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A Sunday Scramble - c1930

"Good morning, everybody"; I propped my bicycle against a wall, and mingled with my fellow members who were gathered at our meeting place at Higherford. It was raining slightly, but not sufficiently to make us don our capes. Our number continued to increase, and at ten o'clock we started upon out journey to Long Ghyll. The top of Coldweather Hill was soon reached, and we sped down into Gisburn and on to Settle, where a halt was made to recover from our exertions, smoke, or imbibe "soft" drinks, according to our inclinations. The halt was not protracted, for some motor cycle club or other was trying it best to make the place unbearable with bad smells and hideous noises. We climbed out of Settle by way of Constitution Hill, and passed into upper Ribblesdale, finally coming to rest at Horton, where we dumped our bicycles and disappeared into the "Golden Lion" to destroy the aching voids that had grown in our stomachs.

The inner man satisfied, we ambled through the fields to the Ribble and collapsed upon the banks of the meandering river, and assumed attitudes which — whilst they may have been restful — were certainly not elegant. The rain had long since cleared away, and a hazy sun beamed paternally upon us. The voice of our runs secretary was heard bemoaning the fact that he had not brought the green and black horror he is wont to call a bathing costume. An occasional train rumbled by, but did not disturb the peace; an occasional splash was seen in the river as a trout quested its winged lunch; all was peaceful, all was still. It was, of course, too good to last; a discussion developed into an argument, and the argument into a scuffle. We heaved ourselves to our feet, removed the earwigs and other insect visitors from our persons, and ambled back to Horton for our bikes.

Soon we were rolling along the road again, and, Selside being passed, we stopped at a certain gate that marked the final stage of our outward journey. The farm road that leads to Ling Ghyll is far from perfect, but no serious accidents occurred, and we soon reached the farm at the foot of the ghyll. Here we left our bicycles, and proceeded on foot up the bed of the stream. Various kinds of wild flowers bloomed in profusion, and we soon lost some of our lady members, who evidently preferred gathering them to bruising their ankles upon the boulders in the river bed. As we scrambled up-stream, the grassy banks on either side changed gradually into rocky walls that towered higher, and higher yet, until we were in the heart of a ravine with precipitous sides. Trees grew out of the cracks in the rocks and made it a fairy glen that would be advertised as one of the wonders of the world if it were situated in North Wales or any other noted beauty spot. We enjoyed the charm of this rare gem, hidden in the Yorkshire hills in peace and seclusion.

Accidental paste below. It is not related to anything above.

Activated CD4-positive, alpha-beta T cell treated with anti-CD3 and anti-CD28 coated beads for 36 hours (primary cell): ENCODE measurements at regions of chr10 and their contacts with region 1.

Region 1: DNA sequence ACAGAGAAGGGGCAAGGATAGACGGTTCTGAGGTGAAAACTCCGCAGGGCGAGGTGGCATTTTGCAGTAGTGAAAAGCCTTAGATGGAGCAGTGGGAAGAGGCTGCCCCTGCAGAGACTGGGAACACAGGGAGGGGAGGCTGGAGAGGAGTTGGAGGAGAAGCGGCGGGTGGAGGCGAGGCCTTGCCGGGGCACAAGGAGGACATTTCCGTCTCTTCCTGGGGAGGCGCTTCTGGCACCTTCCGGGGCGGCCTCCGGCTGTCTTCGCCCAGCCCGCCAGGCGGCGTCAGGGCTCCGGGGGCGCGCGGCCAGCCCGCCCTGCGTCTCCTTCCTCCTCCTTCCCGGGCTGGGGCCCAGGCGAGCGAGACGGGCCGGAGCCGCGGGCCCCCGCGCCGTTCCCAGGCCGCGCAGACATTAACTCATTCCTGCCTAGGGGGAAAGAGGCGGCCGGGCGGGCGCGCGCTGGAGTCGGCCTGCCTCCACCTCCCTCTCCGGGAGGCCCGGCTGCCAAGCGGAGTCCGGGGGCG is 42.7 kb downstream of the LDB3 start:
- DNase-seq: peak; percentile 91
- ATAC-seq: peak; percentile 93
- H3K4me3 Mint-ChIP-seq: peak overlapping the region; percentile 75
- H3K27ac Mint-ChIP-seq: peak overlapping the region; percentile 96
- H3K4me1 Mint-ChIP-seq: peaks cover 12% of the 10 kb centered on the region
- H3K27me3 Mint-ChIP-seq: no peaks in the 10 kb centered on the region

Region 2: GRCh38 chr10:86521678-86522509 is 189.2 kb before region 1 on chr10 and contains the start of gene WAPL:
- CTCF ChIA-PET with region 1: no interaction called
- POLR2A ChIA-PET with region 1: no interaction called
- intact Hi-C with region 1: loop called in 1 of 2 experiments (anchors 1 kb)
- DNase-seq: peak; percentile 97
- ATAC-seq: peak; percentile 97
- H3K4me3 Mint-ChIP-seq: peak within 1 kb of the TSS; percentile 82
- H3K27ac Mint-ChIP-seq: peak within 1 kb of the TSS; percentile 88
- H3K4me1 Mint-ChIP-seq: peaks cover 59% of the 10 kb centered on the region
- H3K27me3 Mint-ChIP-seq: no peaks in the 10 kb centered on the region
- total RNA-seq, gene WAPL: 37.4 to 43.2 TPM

We rambled along, sometimes climbing aver boulders, sometimes on one side of the stream, sometimes on the other, sometimes walking on the dry bed of the stream itself over which the stream hurled itself into the pool at its foot. We gazed at the obstruction, gazed at the steep walls of the ravine, gazed at our runs secretary and gave him a lecture upon the evils of bringing us upon an expedition like this without bringing a ladder also. He looked at us pityingly for a few minutes, and then, with a determined expression upon his face, began an assault upon the barrier. By the time he had clawed his way to the top we were firmly convinced of the truth of the Darwin theory; but where he had led surely we could follow. We did, with a little help from above, and soon we were gathered at the top of the obstruction. We pushed on, and discovered a cave, but since no one had brought a lamp, we (perhaps fortunately) could not explore it. Soon afterwards the floor of the ravine climbed steeply upwards, and we found ourselves upon level earth once more.

We walked down the right hand bank of the ghyll on our way to the farm. The trees in the ravine were exhibiting a multitude of shades of green, whilst many were also in blossom, and the fragrant scents of spring were in the air. Ingleborough and Penyghent reared their mighty heads into the hazy blue of heaven, and Ribblesdale stretched at our feet. It was very pleasant, far more pleasant than being in the dull, close streets of our respective towns from which we were mercifully delivered by our friend the bicycle.

When we reached the farm we found our flower-gathering members reclining upon the grass. Their first words were: "Do you know it’s quarter past five? Where are we having tea?" Tea! hugh! I wonder if they ever think of anything else besides eating. Shall we go to Ingleton, Horton, Stainforth, Settle? No. Do they make teas at the farm? The farm was sorry, they did not make tea. Some bright spark suggested a picnic, so out came our sandwiches, and we hied to the stream and had our meal al fresco.

At 6-30 we were ready for the road again, our appetites satisfied, and our litter burned. We scampered down Ribblesdale to Settle, where we found those who had been on the long run already in possession. We were greeted by the usual kind remarks: “Where the dickens have you been while this time?” “We could have walked it by now," etc. We retorted in kind: “How are your poor old knees?” “I’ll bet you were whacked when you got to Kendal,” and so on. However, peace was restored at last, and we ambled home together. Gisburn was reached and passed, and soon we came to the parting of the ways at Blacko Bar. “Good nights" were exchanged, and soon I was speeding through Roughlee towards Burnley, and so home again after a day of freedom from work-a-day worries, a day of happiness and fun, a day of healthy open air exercise that made me eager for supper and bed.